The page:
The International Group for Historic Aircraft Recovery (TIGHAR) has been trying to solve the mystery of Amelia Earhart’s 1937 disappearance during an attempted circumnavigation of the globe for years to no avail. If they are to be believed, today they are closer than ever to finding the answers needed to settle the famous case.
More than a decade ago, TIGHAR located the site where Earhart’s plane likely went down: the Pacific island of Nikumaroro, formerly Gardner Island. Today they say that new underwater sonar images they took during a visit to the island in 2012 are shedding new light on Earhart’s case. The photographs reveal something 600 feet below the surface of the ocean. TIGHAR calls it an “anomaly.”
The longest portion of the “anomaly” is less than 32 feet long; Earhart’s plane was 38 feet, 7 inches long. The “anomaly” lines up well with another field of debris. TIGHAR theorizes that Earhart’s plane landed on the reefs of Nikumaroro, but was washed into the sea. The executive director of TIGHAR explained: “If our theory about what happened is correct, this is exactly what we would expect to see in just the place we would expect to see it.”
TIGHAR’s 2012 visit to the island of Nikumaroro (part of the Republic of Kiribati) cost around $2.2 million and came up with nothing tied to Amelia Earhart’s crash. TIGHAR explored the bases of underwater cliffs, where sinking objects often come to rest. All the possible targets that the team checked turned out to be just coral formations or wreckage of a ship called the SS Norwich City. They quickly ran through half of their search time because of equipment problems, and so were not able to search all the cliff bases.
In March of 2013, Richard Conroy, a member of TIGHAR’s online forum, found the anomaly in a sonar map posted on the TIGHAR website. He noted an object that looked as if it struck the base of the second cliff, and then skidded south before stopping.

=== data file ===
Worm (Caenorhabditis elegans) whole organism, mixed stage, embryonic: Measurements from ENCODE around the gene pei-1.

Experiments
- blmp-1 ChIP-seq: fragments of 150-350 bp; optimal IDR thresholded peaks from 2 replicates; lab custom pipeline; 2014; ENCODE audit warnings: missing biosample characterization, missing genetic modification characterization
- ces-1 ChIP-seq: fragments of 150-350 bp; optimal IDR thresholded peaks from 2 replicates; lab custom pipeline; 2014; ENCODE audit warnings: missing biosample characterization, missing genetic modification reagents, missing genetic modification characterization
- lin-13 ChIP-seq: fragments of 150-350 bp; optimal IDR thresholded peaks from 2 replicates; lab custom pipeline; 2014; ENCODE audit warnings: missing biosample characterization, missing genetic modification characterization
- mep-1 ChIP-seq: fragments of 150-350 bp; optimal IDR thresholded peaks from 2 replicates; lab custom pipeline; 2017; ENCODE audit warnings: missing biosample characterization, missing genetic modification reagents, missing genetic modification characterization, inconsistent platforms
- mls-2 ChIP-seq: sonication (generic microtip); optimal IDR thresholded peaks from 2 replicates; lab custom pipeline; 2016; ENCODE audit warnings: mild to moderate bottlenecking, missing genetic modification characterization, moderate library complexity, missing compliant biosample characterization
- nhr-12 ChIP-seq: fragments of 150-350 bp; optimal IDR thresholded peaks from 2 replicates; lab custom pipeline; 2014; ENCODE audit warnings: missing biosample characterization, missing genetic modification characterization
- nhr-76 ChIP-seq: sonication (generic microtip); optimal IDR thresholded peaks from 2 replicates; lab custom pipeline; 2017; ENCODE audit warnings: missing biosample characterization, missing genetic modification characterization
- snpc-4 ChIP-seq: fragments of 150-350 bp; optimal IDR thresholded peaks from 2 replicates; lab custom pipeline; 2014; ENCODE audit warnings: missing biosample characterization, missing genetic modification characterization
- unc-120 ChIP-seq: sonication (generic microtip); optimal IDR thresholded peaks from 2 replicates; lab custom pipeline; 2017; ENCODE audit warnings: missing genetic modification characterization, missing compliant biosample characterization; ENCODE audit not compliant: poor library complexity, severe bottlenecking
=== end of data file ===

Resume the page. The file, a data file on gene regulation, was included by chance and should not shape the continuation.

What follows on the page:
Wolfgang Burnside, president of Submersible Systems, Inc. and inventor and pilot of the TRV-M Remote Operated Vehicle used during the 2012 expedition reacted to Conroy’s observation as follows: “Bloody Hell … well, we did look across the first 'catchment' ledge, but, for some reason we cut our excursion/survey short when we tried to follow the next 'catchment' ledge ... if only we had continued just that little bit further! This target looks very promising, definitely not a rock, it’s in the correct location on the reef and also shows what I interpret as ‘drag’ markings on the reef above and to the north behind the target as it obviously hasn’t quite settled into its final resting place yet, this movement is probably due to the occasional storms or exceptional tides that’ll move the target a few inches every time one blows through. Question is, how long will the target remain in that location before it gets the final nudge that will send it over the edge of the “catchment” area and disappear down the 70 degree incline into the depths?”
The scientists hope to get back out to Nikumaroro, but will need to pay off the debts from their last expedition and raise money for their new one. They admit that the object may turn out to be coral or a wrecked fishing boat, but say on their website that “the harder we’ve looked at this anomaly, the better it looks.” If the object really is Earhart’s Lockheed Model 10 Electra, then the mystery of the famous pilot’s disappearance may finally be put to rest.